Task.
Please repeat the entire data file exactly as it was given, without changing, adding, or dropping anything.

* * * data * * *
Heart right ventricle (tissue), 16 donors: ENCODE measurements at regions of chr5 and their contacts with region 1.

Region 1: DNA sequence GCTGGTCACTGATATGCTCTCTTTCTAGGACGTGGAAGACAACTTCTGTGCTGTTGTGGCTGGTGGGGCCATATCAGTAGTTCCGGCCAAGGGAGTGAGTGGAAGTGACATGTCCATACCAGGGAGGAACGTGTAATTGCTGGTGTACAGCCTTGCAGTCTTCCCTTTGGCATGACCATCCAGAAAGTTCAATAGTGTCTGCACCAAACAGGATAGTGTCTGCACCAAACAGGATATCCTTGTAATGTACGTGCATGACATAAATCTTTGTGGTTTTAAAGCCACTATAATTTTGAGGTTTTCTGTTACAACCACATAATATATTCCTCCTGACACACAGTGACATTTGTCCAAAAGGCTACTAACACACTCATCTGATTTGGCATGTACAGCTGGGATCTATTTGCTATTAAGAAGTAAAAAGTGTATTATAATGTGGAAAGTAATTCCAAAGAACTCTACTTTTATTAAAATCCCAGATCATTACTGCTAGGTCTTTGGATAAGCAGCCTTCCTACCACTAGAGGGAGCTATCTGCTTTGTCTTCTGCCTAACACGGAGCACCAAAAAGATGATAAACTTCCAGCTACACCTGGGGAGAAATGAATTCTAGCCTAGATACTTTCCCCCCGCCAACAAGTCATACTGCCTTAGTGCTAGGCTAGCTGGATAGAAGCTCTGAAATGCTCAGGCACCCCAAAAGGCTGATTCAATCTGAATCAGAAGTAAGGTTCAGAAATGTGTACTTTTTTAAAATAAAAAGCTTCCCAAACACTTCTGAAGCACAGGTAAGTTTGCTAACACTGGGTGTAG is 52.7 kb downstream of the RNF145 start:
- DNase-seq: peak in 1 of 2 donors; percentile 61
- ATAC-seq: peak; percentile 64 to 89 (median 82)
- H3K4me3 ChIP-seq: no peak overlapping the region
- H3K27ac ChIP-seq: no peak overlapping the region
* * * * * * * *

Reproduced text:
Heart right ventricle (tissue), 16 donors: ENCODE measurements at regions of chr5 and their contacts with region 1.

Region 1: DNA sequence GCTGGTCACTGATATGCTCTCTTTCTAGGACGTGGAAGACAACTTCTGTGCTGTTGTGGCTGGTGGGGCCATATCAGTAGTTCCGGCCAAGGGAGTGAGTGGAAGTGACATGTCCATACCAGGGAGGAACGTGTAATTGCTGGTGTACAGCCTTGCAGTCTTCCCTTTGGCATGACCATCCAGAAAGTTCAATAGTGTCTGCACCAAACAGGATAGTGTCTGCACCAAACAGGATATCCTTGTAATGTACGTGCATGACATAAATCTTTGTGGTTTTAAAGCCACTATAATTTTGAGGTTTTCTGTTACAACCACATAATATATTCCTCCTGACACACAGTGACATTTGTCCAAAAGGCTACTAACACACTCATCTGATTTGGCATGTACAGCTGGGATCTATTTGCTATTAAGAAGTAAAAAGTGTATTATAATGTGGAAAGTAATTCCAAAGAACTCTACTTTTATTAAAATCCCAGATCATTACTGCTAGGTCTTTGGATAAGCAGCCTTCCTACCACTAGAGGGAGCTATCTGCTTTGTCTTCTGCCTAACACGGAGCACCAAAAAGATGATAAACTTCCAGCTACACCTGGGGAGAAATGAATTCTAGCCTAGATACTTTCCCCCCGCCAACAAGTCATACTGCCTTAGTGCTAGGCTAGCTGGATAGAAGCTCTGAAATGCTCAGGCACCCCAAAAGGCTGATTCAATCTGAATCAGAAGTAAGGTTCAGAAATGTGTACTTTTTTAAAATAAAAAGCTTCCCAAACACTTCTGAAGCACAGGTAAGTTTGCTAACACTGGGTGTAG is 52.7 kb downstream of the RNF145 start:
- DNase-seq: peak in 1 of 2 donors; percentile 61
- ATAC-seq: peak; percentile 64 to 89 (median 82)
- H3K4me3 ChIP-seq: no peak overlapping the region
- H3K27ac ChIP-seq: no peak overlapping the region